Archive for December, 2011

Final Project: The First Email Message

Sunday, December 11th, 2011

When I was looking for a final project idea, I saw the post on the timeline titled “First Email Message received at Mary Washington.” The post included the original text and time stamp from the email, then an idea struck me. A documentary could show how the addition of internet and email affected a college campus, and I could use UMW as the case study. I used superfluous film gained during a prior interview with Dr. Ackermann, discussions with Sean O’Brien of the CIO Office, and information gathered through some research on the current email load ont he UMW servers. I edited the video into a 2 minute 40 second video. I rearranged the interview to actually tell the story, and I added affects, transitions, titles, and some information to be used as comparisons. Once I finished the film, I uploaded it to youtube( Link here), and I embedded the film into the post on the timeline that describes the first email message.

 

Link to timeline post here

New Documentary

Saturday, December 10th, 2011

For my Final Project, I wanted to flesh out one of the stories of UMW. How did the campus get connected to the internet and what was the first email? I had several conversations with Dr. Ackermann of the Computer Science department, Deborah Boutchyard of Network and Communications Services, and Sean O’Brien of the CIO Office for information pertaining to my project. To create the documentary, I used film gathered in an interview with Dr. Ackermann, and I used the information gathered in other discussions to provide further comparison and analysis to the story. Dr. Ackermann received the first ever email message at UMW (At the time, the school was MWC…) I learned some interesting facts about the early days of the schools internet.

At first, the connection was a 56K transmission rate. At my home in King George, VA, I have a 56K internet connection through dial-up. I can recognize the speed difference immediately, but how would I express that to students of the modern era or future viewers of the documentary? To accomplish this, I did a little math, failed miserably, and then I found a wonderful resource to accomplish the task much easier. I first calculated the file size of John Mayer’s last album, then I put that number into this webpage (http://bandwidth.com/tools/calc.html). I found out that at the original UMW internet speed, it would have taken over 3 hours to download the album. Now, the album takes less than 10 minutes to download.

Interesting facts like this will hopefully allow any viewers of the documentary to understand the changes of the information age, and how the connection of the campus to the internet exhibits these changes.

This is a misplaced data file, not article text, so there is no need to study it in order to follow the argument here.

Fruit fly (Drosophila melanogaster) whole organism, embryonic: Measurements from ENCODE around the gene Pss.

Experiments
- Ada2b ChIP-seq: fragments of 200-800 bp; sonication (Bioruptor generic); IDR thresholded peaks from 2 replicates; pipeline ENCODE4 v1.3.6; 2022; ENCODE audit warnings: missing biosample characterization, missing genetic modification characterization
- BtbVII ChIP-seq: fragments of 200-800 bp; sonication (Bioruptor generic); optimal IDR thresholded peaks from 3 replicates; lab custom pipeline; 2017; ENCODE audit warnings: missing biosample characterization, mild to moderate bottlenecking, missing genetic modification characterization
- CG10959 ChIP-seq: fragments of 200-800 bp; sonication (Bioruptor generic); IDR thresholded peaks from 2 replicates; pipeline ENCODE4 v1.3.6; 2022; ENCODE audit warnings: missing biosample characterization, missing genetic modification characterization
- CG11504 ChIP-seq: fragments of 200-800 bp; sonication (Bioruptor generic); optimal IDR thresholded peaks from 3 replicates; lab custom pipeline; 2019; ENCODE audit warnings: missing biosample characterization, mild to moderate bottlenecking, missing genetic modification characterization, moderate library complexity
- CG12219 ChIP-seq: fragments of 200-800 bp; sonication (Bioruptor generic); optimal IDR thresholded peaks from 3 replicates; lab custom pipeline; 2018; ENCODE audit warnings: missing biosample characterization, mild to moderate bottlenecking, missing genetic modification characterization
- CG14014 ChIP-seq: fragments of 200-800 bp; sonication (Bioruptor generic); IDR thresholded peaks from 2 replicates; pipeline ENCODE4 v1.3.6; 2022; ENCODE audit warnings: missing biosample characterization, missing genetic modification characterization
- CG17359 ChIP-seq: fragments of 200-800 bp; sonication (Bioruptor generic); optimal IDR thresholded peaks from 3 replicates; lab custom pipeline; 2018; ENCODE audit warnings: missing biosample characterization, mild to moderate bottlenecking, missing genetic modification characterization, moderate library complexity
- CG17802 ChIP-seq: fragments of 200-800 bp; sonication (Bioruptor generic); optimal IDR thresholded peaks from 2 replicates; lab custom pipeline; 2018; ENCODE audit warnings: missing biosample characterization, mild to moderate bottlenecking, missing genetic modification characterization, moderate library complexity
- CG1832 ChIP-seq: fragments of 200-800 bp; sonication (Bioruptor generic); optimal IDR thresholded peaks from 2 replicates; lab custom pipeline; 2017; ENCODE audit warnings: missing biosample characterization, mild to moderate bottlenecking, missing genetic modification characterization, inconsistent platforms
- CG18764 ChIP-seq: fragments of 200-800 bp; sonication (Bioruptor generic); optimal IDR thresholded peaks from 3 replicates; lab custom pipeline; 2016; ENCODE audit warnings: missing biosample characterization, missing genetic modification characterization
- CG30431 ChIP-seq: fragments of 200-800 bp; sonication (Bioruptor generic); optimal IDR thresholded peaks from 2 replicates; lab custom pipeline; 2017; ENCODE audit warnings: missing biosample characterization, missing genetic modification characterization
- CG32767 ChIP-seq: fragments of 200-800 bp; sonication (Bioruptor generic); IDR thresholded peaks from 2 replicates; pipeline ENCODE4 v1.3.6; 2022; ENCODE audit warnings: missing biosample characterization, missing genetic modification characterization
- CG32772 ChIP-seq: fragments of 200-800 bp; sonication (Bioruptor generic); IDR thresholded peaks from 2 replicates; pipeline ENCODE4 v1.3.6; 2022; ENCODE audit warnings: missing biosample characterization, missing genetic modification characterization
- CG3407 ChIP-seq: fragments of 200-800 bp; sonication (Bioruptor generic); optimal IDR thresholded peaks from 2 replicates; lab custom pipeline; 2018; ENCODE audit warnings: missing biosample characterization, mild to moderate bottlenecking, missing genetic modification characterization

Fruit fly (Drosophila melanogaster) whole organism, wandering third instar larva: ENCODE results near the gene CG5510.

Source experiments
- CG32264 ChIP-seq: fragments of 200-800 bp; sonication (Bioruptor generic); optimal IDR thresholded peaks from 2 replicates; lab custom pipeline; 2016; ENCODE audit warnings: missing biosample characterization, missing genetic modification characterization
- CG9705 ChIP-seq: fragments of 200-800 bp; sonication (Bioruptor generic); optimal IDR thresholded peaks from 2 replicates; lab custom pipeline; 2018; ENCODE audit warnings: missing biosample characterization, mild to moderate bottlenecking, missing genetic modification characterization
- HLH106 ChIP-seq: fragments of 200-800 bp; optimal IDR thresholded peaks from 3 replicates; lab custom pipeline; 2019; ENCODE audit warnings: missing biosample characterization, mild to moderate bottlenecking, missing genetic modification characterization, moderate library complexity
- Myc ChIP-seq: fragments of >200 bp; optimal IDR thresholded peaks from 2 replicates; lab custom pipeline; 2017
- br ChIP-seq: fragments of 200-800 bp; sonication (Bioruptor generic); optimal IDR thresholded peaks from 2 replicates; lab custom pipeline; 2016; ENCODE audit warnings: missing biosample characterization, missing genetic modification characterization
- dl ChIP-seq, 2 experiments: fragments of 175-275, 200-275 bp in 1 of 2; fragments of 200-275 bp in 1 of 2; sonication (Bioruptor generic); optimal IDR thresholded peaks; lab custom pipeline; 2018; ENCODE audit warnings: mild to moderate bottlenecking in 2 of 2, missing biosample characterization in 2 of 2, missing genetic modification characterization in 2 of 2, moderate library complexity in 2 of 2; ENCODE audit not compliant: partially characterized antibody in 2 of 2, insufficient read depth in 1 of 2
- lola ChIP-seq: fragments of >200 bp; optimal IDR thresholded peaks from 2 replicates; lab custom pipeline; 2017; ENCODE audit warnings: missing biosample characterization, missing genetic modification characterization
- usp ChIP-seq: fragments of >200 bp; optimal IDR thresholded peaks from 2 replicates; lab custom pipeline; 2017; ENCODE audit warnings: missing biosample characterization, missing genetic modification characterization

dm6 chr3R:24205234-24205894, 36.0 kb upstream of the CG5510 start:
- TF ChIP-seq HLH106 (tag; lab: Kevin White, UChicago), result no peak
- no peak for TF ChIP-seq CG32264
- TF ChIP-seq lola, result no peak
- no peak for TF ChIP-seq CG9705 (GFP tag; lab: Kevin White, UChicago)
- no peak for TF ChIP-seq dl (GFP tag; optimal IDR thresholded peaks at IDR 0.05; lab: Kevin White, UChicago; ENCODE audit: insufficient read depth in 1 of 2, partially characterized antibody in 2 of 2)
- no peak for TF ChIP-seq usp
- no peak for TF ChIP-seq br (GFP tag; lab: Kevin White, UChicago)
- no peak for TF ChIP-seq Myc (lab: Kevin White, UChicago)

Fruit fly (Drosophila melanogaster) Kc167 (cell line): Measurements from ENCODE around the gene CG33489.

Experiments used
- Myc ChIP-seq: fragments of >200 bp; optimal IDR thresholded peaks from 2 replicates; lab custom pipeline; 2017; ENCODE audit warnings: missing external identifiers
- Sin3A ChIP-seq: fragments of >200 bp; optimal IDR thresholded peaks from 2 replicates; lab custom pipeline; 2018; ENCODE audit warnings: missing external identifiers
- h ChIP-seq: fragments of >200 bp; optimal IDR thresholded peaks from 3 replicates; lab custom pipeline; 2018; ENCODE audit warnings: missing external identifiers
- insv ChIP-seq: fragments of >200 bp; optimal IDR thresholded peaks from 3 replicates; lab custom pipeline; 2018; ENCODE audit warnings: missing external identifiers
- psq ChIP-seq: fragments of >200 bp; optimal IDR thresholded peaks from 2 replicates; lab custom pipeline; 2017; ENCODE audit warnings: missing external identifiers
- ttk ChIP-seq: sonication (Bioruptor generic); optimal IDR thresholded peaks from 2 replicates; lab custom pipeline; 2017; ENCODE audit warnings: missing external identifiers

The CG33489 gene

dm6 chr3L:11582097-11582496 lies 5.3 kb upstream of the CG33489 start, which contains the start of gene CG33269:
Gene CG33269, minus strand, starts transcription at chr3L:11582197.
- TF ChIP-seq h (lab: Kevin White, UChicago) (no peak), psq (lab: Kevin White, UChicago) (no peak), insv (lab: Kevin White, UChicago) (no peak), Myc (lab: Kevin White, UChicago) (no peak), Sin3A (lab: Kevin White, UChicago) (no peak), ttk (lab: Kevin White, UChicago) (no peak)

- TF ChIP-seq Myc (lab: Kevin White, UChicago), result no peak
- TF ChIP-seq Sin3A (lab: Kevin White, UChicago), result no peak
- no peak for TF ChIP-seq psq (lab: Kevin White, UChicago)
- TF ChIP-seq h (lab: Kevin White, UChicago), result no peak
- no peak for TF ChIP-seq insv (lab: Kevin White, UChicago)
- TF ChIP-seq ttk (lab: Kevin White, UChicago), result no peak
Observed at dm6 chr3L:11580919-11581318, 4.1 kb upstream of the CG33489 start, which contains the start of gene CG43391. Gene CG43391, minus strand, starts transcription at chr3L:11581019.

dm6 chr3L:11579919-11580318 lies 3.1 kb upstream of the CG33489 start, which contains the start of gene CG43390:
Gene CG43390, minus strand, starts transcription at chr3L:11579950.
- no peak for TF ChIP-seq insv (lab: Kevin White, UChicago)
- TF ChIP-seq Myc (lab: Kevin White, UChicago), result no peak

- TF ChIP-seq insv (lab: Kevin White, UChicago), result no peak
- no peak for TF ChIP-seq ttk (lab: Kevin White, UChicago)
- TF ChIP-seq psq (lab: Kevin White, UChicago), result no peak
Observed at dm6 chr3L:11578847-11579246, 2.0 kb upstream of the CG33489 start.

Should the Geneva Conventions Be Applied to Video Games?

Friday, December 2nd, 2011

A recent article with the same title as this post appeared on Mashable.com. The question was of whether or not should the conventions be applied to video games was not posed by Mashable or its writers, but by members of the International Committee of the Red Cross. The committee now believes the realistic war video games should adhere to guideliens set by the Geneva and Hague conventions. The Mashable article author explained, “The Geneva Conventions are a series of treaties and protocols created after World War II to establish international law around the humanitarian treatment of victims of war. The conventions prevent, among other things, the use of torture, inhumane treatment, hostage-taking, and excessive violence.” The International committee believes that video games should state or only allow actions allowed by the many conventions governing wartime actions. Some games, such as Modern Warfare 3 have begun to not allow the killing of civillians, but should the conventions be applied to Video Games?

By applying the convention rules to video games and not performing the same actions in works movies, TV shows, books, or comics, the International Committee of the Red Cross comes across as hypocritical. The level of engagement with video games may be greater than the engagement with movies or books, but the concepts are identical. Video games represent the same forms or niches of entertainment as action films or murder mystery novels. Restrictions on video game creators means restrictions on the entire digital medium.